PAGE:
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Feelin’ Hot Hot Hot!

Sunny day It’s hot and sunny out there and isn’t it fantastic! Without wishing to complain it can sometimes be too hot and playing tennis, or any sport, in these conditions can be physically and mentally draining. Here are 7 practical tips from the International Tennis Performance Association that can help tennis players (regardless of standard) prepare to play in the hot conditions.
  • Train hard before having to compete. Getting in fantastic physical shape before competing is one of the best methods to prepare for hot and humid conditions. Physically-fit athletes handle the hot and humid conditions better because they are able to consume and utilise more oxygen per breath, handle moderate increases in core temperature better and recover better between points.
  • Hydrate, hydrate, hydrate – Drinking high volumes of electrolyte-enhanced fluids will prepare the athlete and help limit the severe loss of fluids and electrolytes during play. Tennis is one of the toughest sports on the planet to maintain appropriate fluid levels during hot and humid conditions. Take precautions and train your body to consume appropriate amounts of fluid based on your sweat rate and body size. Unfortunately as many as 50% of tournament players go into matches already dehydrated.
  • Consume sodium rich food and drink. Sodium is the major electrolyte lost in the sweat, and it is one factor that is related to an athlete’s likelihood of cramping. “Salty sweaters” have white residue that is left on dark-colored clothing or hats. This white residue is salt deposits released from the sweat. The higher the athlete’s salt concentration in the sweat, the more this white residue will show up on their apparel during and after a long match or practice session in hot and humid conditions.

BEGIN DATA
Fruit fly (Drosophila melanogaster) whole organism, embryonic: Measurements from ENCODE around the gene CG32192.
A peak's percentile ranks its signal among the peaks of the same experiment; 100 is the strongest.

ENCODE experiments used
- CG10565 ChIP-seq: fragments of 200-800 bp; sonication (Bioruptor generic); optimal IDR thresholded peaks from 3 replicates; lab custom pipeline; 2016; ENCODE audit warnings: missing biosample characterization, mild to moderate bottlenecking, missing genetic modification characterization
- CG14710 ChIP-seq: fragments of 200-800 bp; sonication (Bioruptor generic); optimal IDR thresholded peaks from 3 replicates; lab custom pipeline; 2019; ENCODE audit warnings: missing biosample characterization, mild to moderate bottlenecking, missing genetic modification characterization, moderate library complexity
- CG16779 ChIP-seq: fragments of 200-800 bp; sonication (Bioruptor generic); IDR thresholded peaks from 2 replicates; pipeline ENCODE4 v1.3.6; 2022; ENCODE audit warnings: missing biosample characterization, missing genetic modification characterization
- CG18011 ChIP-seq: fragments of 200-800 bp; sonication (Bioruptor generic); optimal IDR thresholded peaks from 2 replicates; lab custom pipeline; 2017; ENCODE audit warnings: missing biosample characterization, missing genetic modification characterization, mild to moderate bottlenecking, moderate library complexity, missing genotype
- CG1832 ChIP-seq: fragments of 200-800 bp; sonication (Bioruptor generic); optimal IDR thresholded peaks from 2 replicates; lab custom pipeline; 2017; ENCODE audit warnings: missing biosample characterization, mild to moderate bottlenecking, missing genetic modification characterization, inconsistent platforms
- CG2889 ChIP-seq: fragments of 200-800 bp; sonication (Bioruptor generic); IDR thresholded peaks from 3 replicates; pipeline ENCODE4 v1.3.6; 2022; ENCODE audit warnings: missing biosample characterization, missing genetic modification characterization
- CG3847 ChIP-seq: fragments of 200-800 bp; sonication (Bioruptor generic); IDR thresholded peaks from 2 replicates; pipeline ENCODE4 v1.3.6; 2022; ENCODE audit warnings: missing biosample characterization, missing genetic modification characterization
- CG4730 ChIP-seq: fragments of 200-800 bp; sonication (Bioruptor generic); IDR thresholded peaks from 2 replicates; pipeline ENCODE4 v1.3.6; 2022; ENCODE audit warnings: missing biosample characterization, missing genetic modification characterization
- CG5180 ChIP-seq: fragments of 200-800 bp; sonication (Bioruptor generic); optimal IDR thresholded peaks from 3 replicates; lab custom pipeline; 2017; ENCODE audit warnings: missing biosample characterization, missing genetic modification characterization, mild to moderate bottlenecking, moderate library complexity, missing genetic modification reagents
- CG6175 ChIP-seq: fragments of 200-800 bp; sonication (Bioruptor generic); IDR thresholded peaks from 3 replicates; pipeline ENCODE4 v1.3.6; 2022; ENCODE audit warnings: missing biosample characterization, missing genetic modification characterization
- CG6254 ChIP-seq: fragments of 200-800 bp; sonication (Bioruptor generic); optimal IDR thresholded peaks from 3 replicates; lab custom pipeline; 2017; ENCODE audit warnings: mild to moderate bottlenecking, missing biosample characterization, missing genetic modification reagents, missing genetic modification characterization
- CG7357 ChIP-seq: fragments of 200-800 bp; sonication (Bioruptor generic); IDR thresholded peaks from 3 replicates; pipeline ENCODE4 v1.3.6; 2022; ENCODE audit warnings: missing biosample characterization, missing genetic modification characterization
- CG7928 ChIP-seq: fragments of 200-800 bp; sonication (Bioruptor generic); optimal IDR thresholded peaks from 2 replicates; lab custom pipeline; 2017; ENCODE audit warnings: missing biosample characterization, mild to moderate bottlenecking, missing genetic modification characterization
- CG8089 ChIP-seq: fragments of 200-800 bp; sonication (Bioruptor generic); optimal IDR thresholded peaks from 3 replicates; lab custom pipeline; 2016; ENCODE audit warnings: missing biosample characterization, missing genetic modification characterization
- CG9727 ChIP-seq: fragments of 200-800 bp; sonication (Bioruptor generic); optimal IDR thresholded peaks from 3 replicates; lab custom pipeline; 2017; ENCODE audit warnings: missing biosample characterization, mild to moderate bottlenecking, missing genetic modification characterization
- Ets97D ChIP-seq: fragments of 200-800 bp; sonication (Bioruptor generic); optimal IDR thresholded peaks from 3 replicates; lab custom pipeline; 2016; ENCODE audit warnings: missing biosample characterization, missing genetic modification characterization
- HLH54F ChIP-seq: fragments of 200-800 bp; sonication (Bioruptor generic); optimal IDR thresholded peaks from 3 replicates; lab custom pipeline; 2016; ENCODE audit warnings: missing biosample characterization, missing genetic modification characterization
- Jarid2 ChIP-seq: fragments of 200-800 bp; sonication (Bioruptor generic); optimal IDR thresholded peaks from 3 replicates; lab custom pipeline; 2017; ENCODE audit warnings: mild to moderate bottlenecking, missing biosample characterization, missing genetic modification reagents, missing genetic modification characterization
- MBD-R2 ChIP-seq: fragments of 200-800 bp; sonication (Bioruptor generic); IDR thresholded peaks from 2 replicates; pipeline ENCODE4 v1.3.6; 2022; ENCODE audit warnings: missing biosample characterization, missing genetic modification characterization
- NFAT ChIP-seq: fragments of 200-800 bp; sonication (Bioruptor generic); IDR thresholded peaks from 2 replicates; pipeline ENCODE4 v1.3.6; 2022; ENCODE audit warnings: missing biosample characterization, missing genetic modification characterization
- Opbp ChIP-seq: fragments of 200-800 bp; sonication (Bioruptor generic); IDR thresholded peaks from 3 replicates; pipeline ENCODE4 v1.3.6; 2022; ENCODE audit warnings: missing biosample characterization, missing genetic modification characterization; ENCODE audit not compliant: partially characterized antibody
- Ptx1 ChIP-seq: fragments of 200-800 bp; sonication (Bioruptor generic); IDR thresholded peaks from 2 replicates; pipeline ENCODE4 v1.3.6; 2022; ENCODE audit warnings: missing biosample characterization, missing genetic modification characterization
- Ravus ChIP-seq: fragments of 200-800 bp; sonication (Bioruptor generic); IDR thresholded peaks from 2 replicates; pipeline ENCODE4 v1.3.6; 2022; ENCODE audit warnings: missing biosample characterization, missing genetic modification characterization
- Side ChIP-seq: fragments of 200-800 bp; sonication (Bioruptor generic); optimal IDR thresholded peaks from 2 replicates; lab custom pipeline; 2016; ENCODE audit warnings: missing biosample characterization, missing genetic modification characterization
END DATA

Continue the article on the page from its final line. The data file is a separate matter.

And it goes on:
• A balanced diet is important for all athletes from a general performance standpoint and especially in regard to heat-related issues.
  • Wear sunscreen! Sunburn increases skin temperature and makes the body less efficient at body cooling. Most of us have been sunburned and had the feeling of heat dissipating from the skin. This process limits the amount of heat that will be moved from the core to the periphery (skin) and limits the ability to cool as efficiently as possible.
  • Acclimatisation to the heat and humidity (7 to 14 days prior to competition). It is known that children take a longer period of time to acclimate to hot and humid conditions compared to adults. If it is practical, it is recommended to practice the week before a tournament in conditions that are similar to what the conditions will be like during the tournament.
Focus on tips 1 and 2 (train hard and stay well hydrated). These are two of the most important aspects of being able to compete effectively during the hot and humid summer months.

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